On March 13, there were state elections in three German states: Baden-Württemberg, Rhineland-Palatinate, and Saxony-Anhalt. In all three states, the biggest winner was the “Alternative for Germany” (Alternative für Deutschland, or AfD) with 12.6 percent of the votes in Rhineland-Palatinate, 15.1 percent in Baden-Württemberg and unprecedented 24.3 percent in Saxony-Anhalt. With almost 11 million inhabitants, Baden-Württemberg is the third-biggest and third-most-populated state in Germany; the headquarters of Mercedes-Benz, Porsche, and Bosch are located there. As a result, Baden-Württemberg also has a very low rate of joblessness (3.7 percent compared to 6.4 percent in all of the FRG, which is an all-time low in Germany since the reunification in 1990). So much for those who believe that poverty or unemployment are the simple causes of right-wing extremism.
In late May and early June, public attention in Germany was focused on an elected AfD member of Parliament in Baden-Württemberg, Wolfgang Gedeon, a retired doctor and author who in 2012 published a pamphlet titled The Green Communism and the Dictatorship of Minorities. A Critique of the Western Zeitgeist. In that work, Gedeon argued against the “Judaization of Christianity” and the “Zionization of Western politics.” In particular, he took aim at the United States, whose foreign policy is run by Zionists. He also argued for “family values” while protesting against “ethno-suicide,” “the cult of being gay,” and the “holocaust of abortion.” Among Gedeon’s heroes is the imprisoned Holocaust denier and neo-Nazi Horst Mahler, whom Gedeon calls a “dissident” fighting for a true German “national identity.” He mocks the Holocaust as a “civil religion,” an anti-Semitic term well-known not just from neo-Nazis, but also from anti-Zionist scholars.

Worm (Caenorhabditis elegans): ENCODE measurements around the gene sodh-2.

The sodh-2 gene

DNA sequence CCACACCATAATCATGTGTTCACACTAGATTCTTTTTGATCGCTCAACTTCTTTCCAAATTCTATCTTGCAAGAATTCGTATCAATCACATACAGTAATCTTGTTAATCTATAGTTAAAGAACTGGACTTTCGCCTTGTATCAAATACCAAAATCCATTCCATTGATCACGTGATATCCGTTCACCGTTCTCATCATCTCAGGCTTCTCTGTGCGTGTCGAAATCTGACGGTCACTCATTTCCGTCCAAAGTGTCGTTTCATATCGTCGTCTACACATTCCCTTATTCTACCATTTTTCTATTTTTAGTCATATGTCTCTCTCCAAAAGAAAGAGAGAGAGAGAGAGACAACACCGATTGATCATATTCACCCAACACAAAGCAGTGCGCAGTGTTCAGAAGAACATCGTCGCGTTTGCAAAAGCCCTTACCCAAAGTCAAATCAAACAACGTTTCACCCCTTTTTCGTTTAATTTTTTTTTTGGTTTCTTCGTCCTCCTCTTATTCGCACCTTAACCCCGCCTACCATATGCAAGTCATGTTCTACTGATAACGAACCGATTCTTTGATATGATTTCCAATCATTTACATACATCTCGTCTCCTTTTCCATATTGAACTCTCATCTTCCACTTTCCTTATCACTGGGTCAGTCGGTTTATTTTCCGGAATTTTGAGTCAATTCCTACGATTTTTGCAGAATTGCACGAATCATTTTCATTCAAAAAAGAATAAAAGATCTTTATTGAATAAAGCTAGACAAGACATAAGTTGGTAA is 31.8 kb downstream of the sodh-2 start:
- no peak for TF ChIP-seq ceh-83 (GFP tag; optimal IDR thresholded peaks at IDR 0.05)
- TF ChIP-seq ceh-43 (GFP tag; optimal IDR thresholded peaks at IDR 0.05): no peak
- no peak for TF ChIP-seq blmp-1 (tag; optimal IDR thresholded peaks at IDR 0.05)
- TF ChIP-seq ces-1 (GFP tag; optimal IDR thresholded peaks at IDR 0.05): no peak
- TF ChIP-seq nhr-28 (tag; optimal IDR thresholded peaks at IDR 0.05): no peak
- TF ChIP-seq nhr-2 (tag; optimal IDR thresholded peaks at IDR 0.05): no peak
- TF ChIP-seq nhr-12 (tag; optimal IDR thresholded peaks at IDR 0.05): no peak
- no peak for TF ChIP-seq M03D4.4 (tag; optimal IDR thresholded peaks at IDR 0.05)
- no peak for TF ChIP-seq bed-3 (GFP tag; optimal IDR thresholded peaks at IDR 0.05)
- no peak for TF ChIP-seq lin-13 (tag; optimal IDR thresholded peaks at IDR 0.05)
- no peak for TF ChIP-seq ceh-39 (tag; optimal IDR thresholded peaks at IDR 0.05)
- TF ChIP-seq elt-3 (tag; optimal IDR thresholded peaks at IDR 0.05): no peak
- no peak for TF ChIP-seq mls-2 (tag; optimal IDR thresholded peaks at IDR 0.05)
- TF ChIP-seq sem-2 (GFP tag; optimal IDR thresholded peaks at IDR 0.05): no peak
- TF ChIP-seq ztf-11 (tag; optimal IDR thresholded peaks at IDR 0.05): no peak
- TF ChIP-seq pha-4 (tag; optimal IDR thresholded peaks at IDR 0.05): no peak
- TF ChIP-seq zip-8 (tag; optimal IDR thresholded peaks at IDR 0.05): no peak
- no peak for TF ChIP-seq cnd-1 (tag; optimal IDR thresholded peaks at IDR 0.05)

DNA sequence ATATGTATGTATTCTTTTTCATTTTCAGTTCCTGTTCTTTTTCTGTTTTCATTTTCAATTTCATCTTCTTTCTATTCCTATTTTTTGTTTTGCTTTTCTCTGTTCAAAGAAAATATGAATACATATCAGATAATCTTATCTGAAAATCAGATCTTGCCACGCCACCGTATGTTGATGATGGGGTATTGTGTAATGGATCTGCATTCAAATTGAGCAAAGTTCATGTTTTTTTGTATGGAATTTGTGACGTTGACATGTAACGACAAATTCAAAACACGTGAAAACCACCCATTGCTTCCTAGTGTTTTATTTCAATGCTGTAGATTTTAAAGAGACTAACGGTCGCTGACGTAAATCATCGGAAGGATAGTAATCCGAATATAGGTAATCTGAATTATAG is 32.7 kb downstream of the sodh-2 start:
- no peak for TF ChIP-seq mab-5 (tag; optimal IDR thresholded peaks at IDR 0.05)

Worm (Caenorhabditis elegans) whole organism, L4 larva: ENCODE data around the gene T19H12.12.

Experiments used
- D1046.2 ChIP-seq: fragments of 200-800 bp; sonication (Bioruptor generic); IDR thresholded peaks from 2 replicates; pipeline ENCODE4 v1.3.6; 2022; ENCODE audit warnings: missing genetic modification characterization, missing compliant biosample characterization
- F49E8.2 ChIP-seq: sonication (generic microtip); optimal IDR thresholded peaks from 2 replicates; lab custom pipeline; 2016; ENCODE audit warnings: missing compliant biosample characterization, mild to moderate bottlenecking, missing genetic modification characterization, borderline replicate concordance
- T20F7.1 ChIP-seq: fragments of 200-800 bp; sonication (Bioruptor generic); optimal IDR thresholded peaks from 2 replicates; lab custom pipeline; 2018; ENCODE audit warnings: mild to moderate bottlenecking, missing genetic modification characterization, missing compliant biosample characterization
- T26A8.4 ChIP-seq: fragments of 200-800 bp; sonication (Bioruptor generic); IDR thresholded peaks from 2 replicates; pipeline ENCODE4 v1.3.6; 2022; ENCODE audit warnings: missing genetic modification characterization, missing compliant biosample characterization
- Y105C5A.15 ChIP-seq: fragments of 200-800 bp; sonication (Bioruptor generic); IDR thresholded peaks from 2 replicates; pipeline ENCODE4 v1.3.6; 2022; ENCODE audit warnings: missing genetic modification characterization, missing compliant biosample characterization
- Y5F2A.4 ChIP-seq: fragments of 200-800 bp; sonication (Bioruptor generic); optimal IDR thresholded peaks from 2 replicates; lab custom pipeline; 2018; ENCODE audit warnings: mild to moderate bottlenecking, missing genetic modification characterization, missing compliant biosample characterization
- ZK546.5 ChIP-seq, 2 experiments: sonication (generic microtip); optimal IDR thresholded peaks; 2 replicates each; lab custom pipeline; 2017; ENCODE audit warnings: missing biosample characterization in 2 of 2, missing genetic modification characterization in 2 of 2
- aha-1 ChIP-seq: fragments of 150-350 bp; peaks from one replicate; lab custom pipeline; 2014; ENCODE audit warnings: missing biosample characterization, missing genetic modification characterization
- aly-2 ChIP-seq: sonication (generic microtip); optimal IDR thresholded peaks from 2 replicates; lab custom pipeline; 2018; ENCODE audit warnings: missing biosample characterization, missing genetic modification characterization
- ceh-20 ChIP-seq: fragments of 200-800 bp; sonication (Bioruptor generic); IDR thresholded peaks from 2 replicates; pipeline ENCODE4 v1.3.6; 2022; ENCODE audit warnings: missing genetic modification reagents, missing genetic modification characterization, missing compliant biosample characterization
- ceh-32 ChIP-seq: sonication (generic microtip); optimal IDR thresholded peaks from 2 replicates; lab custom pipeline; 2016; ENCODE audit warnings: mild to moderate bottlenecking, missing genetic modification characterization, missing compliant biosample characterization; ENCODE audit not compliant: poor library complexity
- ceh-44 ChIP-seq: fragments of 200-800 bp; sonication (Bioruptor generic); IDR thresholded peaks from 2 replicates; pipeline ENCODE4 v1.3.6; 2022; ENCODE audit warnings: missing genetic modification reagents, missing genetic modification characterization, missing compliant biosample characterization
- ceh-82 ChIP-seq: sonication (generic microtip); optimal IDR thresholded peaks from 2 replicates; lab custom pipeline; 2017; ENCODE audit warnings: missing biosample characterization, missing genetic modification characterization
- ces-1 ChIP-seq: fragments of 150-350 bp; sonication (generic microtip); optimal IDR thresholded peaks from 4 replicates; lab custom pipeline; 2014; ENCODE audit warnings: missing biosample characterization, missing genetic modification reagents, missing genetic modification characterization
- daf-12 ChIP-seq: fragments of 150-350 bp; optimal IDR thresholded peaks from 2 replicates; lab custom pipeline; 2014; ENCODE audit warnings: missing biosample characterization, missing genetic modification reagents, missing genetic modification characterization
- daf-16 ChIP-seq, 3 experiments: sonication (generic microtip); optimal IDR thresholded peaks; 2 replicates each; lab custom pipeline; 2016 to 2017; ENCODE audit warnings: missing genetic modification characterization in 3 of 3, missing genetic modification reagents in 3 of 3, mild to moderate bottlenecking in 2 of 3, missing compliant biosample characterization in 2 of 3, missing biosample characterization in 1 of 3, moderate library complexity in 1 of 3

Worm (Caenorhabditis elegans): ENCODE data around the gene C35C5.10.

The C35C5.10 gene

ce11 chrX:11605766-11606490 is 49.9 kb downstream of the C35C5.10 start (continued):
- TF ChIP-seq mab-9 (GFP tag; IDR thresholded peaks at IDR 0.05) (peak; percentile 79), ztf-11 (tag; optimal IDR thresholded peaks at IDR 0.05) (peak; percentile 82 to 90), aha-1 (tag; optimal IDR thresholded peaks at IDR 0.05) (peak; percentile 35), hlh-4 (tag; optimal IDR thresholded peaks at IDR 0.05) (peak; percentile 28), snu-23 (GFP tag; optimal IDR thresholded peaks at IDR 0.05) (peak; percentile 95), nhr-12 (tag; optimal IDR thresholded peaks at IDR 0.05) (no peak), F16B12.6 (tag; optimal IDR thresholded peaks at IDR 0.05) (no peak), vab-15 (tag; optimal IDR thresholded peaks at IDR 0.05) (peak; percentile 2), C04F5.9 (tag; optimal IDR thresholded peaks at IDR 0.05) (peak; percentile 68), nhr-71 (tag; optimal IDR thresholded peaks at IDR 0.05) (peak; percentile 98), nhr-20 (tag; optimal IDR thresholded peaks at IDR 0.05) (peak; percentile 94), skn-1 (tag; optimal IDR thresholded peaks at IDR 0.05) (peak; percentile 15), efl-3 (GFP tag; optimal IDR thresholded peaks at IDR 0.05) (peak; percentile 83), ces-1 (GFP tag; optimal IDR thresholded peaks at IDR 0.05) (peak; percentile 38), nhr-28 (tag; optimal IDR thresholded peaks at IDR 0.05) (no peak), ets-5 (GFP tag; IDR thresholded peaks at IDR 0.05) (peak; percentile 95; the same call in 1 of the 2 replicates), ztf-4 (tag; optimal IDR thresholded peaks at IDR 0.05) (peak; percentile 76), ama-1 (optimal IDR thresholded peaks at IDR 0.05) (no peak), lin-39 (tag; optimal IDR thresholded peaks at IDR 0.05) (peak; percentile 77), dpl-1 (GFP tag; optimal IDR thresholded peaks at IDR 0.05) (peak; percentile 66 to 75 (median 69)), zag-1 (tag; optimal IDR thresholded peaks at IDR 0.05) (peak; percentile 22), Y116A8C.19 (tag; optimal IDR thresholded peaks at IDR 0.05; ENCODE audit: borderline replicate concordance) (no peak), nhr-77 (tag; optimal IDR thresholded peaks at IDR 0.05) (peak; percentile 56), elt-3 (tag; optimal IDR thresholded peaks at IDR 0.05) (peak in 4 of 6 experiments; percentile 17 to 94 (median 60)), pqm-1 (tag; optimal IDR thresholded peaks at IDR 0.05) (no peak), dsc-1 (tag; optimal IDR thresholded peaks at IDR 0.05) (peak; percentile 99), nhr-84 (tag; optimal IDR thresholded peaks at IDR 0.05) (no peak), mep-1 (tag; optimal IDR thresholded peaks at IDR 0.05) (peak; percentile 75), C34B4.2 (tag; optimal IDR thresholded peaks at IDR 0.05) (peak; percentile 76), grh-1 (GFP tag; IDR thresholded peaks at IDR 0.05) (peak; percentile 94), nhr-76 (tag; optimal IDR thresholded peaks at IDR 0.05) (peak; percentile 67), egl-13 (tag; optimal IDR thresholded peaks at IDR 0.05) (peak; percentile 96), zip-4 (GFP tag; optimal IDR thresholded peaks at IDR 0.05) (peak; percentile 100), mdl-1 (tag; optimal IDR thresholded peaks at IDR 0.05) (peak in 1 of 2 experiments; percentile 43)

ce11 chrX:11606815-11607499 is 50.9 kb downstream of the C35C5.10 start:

Gedeon opposes “feminism,” “sexualism,” and “migrationism” as core elements of what he calls “green communism.” He is against communism because he rejects a “secular religion of humanity,” deriving from socialist or communist ideology, starting with “Karl Marx and Friedrich Engels.” He is against “humanism” and “egalitarianism,” and this is indeed a core element of all New Right and Far Right ideologues, whether in the AfD in Germany, the FPÖ in Austria, the Jobbik or Fidesz in Hungary, the national conservatives in Poland, the Sweden Democrats, the Front National (FN) in France, the Lega Nord in Italy.